The Best Tips On Prioritizing Recovery When You’re A Single Parent

The Best Tips On Prioritizing Recovery When You’re A Single Parent 
by Michelle Peterson
Photo via Pixabay by PublicDomainPictures

Making your addiction recovery a priority can be a challenge, but when you’re a single parent, it’s even harder to focus on yourself and your needs. Making sure the kids have everything they need for school and activities, ferrying everyone around, and working long hours all take a toll on your energy level and mood, so it’s important to set a schedule for the family and stick to it. This way, you can make time to take care of yourself and stay motivated.
Here are some of the best tips on how to make your recovery a success while you’re a single parent.
Get help
They say it takes a village to raise a child, and many single parents find that to be true. It can be overwhelming to do the work of both parents and hold down a job at the same time, so don’t be afraid to ask for help. If you have friends and family who are willing to lend a hand–for babysitting or picking up the kids from school, for instance–ask for assistance and, if necessary, work out a trade. If you’re asking a fellow parent, offer to lend a hand to them by starting a carpool system in which you can take turns getting the kiddos to school.
Workout every day
It can be difficult to find time to get in exercise every day, but it’s important to stay active. Daily exercise can help boost your mood, increase your strength and energy levels, and keep you healthy and motivated. Use your lunch break to get in a good walk, or set your alarm a little earlier so you can get active before you begin the day. Thirty minutes of brisk activity should keep you in good shape and elevate your self-esteem, too.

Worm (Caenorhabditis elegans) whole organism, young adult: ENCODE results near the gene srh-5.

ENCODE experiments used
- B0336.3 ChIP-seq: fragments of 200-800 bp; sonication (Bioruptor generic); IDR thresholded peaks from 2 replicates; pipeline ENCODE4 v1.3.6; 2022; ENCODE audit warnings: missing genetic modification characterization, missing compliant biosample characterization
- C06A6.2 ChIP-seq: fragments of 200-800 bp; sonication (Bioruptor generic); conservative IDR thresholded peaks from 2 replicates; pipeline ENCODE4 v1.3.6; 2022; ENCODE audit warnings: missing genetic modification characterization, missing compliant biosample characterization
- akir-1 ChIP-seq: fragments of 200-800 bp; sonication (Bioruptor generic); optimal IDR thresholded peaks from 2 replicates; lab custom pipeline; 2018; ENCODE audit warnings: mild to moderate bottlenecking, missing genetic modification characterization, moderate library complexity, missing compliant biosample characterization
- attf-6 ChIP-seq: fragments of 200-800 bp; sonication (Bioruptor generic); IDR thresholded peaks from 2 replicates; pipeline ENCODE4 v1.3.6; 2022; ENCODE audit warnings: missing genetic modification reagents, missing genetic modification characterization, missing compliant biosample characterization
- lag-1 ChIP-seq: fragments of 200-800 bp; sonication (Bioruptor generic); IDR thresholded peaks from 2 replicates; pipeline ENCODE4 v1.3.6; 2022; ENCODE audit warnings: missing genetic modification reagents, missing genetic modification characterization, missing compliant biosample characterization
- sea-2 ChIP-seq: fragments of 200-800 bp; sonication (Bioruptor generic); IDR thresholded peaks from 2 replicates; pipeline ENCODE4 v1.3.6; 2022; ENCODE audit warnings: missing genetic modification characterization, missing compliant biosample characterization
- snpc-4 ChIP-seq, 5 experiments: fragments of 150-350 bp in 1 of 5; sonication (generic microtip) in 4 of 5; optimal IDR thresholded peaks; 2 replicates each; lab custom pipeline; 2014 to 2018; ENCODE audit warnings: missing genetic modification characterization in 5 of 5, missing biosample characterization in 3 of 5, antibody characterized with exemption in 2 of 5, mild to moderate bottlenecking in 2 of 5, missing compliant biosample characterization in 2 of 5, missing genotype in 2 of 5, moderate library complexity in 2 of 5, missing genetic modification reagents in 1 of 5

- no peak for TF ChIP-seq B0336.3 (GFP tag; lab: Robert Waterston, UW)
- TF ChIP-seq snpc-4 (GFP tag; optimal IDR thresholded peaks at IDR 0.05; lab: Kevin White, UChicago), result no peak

Set a schedule
Staying on top of things and keeping your emotions in check are much easier when you have a good schedule. Sit down and think about your daily activities and write down some goals. Do the kids have a strict bedtime? Do you? Adequate rest is imperative when you’re in recovery, and if the kids have a specific bedtime it will be easier for them to get some good sleep, which can help their performance in school and in keeping their attitudes in check.
Practice self-care
Taking good care of yourself is a big part of recovery, whether that means eating right or finding time to do something you love. If at all possible, get in some alone time, either when the kids are in bed or when they’re at school, and focus on your needs. Read a book, go for a swim, head to a long lunch with a friend. Find healthy ways to make yourself happy and remember to practice them every day.
As far as your diet goes, consult your doctor about what might be best for you and figure out small ways to make positive changes. For instance, cutting back on sugary drinks, replacing refined sugars with natural ones, and adding more fruits and veggies to your meals.
Find ways to have fun
It can be difficult to juggle your recovery with everyday life, but as a parent, it’s important to find ways to keep things light and fun. Bonding time can include playing games outside when the weather is nice, going for a swim, talking over dinner, or just keeping a routine at bedtime. Read a book together and take turns doing silly voices for the characters.

Making sure your recovery is a success, whether you’re past involves opiate or alcohol addiction, doesn’t have to be stressful. With a little patience and some time, you can learn how to balance all the important things in your life.

Michelle Peterson has been in recovery for several years. She started RecoveryPride.org to help eliminate the stigma placed on those who struggle with addiction. Michelle believes the journey to sobriety should not be one of shame but of pride. You may contract Michelle through her website.

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